Obama's Moment in Afghanistan
Cooperating through 2015.
Could more U.S. troops, given more time, finally defeat the Taliban insurgency in Afghanistan? It would be folly to think so, after more than 13 years of fighting. On the other hand, a full withdrawal of U.S. soldiers might lead the still-shaky Afghan army to collapse during the coming fighting season. This is one reason for the U.S. to slow its troop withdrawal, as Afghan President Ashraf Ghani has requested.
Another is that Pakistan, for the first time and with China's backing, seems willing to nudge the Taliban toward the negotiating table. U.S. President Barack Obama is right to take advantage of the moment.
Obama has agreed to leave 9,800 U.S. troops in Afghanistan through the end of this year -- when they were originally scheduled to halve in number. This should demonstrate to the Taliban that they can expect neither to triumph in the field nor to wait out the Americans.
At the same time, to encourage Pakistan's new willingness to help, the U.S. deployment needs an expiration date. If the Pakistani military really has told Taliban leaders that they have to negotiate with Kabul or else lose the havens they enjoy on the Pakistan side of the border, that drastically curtails the militants’ options. Any hint that the U.S. intends to stay indefinitely -- an all-too-common idea in the region -- would inflame Pakistani hardliners and quite possibly prompt a reversal of the policy.
At least as important, the prospect of an endless U.S. presence would alienate China, which has begun using its influence to push for peace. The world has plenty of reason to doubt Pakistan’s commitment, not to mention its capacity to boss around Taliban leader Mullah Omar and his top lieutenants. But pressure from Beijing can help prevent the Pakistanis from backsliding.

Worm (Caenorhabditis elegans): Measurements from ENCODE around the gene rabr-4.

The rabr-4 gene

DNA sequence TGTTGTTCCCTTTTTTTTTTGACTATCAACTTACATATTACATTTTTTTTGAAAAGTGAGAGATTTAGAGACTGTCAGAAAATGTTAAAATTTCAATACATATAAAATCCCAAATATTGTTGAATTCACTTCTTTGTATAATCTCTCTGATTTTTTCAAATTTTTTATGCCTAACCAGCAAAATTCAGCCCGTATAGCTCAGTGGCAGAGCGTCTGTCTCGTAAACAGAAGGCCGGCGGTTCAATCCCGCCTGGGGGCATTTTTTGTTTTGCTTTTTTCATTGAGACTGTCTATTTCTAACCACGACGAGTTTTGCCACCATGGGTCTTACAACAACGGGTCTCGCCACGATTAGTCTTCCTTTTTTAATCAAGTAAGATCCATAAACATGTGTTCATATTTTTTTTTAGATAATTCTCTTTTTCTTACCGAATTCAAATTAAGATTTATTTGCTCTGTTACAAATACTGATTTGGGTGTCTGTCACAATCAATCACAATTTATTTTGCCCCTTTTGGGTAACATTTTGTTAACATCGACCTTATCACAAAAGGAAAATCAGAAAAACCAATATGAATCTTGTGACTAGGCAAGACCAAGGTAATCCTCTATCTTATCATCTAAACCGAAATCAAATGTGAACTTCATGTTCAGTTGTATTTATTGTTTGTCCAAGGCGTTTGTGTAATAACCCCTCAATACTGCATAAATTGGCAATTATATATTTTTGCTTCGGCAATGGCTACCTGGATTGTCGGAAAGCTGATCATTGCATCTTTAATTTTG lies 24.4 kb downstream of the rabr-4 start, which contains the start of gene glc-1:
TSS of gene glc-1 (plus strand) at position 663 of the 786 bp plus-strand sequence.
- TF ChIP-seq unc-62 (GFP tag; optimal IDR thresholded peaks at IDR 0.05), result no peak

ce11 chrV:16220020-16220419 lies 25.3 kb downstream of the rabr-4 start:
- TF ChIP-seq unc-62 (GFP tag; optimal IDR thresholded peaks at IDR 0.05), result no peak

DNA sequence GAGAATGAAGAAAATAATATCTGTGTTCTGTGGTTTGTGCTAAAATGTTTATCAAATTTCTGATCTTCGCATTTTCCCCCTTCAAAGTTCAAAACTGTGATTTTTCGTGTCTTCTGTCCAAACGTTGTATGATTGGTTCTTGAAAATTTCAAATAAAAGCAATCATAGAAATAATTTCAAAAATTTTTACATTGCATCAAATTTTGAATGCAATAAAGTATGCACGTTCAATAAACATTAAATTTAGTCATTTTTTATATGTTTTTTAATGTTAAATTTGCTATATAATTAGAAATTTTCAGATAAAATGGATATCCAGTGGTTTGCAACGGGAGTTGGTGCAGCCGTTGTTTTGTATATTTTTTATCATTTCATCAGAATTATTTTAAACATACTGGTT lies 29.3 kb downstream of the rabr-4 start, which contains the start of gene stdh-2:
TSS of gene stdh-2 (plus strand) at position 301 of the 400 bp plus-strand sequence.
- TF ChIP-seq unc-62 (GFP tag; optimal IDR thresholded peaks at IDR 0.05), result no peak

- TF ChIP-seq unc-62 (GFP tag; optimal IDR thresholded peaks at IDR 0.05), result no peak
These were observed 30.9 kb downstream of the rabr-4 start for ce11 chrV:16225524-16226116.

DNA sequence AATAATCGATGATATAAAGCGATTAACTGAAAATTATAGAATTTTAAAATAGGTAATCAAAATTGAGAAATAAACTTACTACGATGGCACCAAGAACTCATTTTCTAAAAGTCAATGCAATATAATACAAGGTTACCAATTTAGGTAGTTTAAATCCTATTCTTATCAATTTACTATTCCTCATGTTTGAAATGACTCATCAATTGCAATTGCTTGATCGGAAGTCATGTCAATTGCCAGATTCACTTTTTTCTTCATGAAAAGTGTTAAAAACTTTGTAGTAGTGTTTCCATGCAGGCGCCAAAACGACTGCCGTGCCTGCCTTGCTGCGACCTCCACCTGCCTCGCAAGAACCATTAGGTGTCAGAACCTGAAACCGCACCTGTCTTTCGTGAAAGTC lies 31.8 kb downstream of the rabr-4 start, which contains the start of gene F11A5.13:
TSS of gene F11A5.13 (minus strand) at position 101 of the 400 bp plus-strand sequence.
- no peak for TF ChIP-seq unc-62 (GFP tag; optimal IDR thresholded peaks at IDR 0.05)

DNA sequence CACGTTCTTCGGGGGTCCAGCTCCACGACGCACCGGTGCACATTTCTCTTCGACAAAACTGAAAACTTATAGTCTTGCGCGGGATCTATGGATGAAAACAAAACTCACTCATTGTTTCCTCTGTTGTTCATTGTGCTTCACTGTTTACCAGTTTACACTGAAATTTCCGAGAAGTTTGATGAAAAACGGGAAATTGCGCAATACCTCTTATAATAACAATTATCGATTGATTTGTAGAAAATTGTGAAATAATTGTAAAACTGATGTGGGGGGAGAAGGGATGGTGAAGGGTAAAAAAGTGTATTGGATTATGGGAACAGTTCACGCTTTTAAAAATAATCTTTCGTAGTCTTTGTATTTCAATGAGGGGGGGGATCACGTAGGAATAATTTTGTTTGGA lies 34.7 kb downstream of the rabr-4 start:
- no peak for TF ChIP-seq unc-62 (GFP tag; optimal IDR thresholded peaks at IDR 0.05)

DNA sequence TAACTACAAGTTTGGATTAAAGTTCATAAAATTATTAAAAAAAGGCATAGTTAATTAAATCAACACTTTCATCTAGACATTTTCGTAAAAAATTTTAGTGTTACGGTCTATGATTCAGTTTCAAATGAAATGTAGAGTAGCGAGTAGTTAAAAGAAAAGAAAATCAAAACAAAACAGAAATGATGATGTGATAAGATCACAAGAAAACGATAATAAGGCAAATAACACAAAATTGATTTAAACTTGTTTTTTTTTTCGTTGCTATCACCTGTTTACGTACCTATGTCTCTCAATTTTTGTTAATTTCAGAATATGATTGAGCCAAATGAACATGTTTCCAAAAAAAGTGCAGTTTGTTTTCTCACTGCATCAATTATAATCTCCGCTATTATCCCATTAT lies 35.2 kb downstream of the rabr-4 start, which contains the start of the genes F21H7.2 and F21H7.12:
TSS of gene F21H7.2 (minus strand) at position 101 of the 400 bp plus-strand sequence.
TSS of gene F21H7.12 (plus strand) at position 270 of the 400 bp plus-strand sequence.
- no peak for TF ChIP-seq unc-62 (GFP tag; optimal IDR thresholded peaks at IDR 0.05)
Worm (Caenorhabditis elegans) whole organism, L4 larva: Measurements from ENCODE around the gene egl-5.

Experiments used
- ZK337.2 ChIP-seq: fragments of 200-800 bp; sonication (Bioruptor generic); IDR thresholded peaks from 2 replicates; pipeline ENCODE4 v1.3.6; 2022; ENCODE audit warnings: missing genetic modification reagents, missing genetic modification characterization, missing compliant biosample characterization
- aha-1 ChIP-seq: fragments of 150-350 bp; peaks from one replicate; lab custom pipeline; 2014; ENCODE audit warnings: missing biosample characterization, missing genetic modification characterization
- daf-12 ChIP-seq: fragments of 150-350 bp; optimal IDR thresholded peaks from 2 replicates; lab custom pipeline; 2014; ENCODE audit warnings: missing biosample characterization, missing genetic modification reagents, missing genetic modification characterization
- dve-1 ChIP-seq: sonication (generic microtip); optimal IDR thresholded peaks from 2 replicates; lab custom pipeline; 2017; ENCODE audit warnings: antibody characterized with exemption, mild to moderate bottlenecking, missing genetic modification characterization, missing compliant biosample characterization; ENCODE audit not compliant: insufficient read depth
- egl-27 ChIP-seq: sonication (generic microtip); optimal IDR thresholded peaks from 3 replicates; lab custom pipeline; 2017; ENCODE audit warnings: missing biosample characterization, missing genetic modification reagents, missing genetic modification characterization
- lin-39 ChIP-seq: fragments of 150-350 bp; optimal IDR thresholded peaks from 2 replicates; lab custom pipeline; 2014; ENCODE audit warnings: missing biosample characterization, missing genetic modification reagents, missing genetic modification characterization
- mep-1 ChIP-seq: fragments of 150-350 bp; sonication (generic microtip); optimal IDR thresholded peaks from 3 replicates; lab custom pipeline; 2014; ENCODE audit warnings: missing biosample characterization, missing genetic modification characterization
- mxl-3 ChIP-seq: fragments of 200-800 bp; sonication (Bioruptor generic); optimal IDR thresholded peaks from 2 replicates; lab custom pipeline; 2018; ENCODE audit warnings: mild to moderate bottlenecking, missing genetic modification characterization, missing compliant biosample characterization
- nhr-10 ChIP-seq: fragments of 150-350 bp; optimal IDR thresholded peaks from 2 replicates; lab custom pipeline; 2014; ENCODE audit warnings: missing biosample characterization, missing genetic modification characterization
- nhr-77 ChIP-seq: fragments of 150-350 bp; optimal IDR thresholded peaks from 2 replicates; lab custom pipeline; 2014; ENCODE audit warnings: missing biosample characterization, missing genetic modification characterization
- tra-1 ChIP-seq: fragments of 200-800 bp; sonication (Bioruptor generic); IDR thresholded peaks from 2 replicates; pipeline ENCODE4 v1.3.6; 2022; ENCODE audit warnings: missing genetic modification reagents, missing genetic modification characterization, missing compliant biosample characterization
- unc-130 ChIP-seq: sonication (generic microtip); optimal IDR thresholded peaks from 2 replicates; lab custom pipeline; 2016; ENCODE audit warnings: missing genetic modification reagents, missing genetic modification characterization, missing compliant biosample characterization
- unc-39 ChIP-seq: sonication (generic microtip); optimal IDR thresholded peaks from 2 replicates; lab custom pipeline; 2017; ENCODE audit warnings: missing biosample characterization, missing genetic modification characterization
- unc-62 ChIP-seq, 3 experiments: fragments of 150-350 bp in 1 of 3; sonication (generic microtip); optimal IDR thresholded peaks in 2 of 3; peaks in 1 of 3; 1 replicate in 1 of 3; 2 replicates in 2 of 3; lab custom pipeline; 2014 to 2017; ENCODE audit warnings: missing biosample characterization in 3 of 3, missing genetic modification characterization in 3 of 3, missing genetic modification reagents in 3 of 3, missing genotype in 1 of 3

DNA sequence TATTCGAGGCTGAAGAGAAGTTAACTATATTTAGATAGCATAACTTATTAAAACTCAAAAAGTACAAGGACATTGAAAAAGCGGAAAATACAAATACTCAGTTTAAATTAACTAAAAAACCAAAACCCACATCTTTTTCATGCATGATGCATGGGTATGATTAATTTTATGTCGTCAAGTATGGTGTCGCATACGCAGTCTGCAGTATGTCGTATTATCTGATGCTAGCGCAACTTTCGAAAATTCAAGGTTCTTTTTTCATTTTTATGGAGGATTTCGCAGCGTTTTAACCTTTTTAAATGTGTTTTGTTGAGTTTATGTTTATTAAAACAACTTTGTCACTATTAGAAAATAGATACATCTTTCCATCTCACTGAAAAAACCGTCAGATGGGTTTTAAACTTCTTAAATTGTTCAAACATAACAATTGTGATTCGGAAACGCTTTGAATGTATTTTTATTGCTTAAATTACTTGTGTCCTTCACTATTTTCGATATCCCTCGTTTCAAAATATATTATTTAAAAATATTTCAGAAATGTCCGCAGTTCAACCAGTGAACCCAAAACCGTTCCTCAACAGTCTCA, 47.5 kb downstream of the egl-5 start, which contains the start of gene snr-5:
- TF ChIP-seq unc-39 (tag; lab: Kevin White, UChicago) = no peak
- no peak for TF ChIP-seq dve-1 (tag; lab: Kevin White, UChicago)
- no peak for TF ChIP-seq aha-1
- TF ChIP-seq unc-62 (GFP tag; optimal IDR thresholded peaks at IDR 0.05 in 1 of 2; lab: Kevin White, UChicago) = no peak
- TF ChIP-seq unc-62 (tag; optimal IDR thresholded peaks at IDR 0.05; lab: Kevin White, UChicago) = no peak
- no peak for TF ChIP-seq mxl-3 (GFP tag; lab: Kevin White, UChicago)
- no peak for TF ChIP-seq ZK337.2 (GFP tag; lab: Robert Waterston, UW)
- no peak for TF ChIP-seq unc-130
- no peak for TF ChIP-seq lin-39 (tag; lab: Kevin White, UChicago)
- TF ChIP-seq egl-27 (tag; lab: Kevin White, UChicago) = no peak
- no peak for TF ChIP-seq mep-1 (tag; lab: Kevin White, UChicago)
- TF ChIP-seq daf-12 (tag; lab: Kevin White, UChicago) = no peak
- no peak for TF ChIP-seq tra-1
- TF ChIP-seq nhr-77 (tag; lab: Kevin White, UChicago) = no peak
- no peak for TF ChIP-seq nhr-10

The Obama administration should nurture China's interest by coordinating U.S. development plans in Afghanistan with China’s ambitious proposal for a Silk Road Economic Belt, and by seeking to cooperate with rather than undermine the new Chinese-led Asian Infrastructure Investment Bank.
To encourage everyone's cooperation, Obama should agree to pull out U.S. troops sooner than planned if a negotiated settlement can be reached. He could strengthen Ghani’s hand by releasing the few remaining Afghan detainees at the prison in Guantanamo Bay, Cuba, into Afghan custody.
For his part, Ghani needs to do more to rally domestic support for an eventual settlement with the Taliban. He could begin by more fully integrating into his administration rivals from the camp of Chief Executive Officer Abdullah Abdullah -- the man Ghani narrowly defeated in September's election. Peace in Afghanistan depends on political stability, and the two factions need to agree on how and when to hold parliamentary elections, technically due by the end of May.
None of this should give rise to false hopes. If Taliban leaders do choose to negotiate, it’s entirely possible that parts of their movement will split off and continue fighting, perhaps under the banner of Islamic State. But a renewed U.S. troop commitment at least adds to the range of forces -- stronger than any in recent memory -- now pushing the Taliban toward a settlement.
To contact the senior editor responsible for Bloomberg View’s editorials: David Shipley at firstname.lastname@example.org.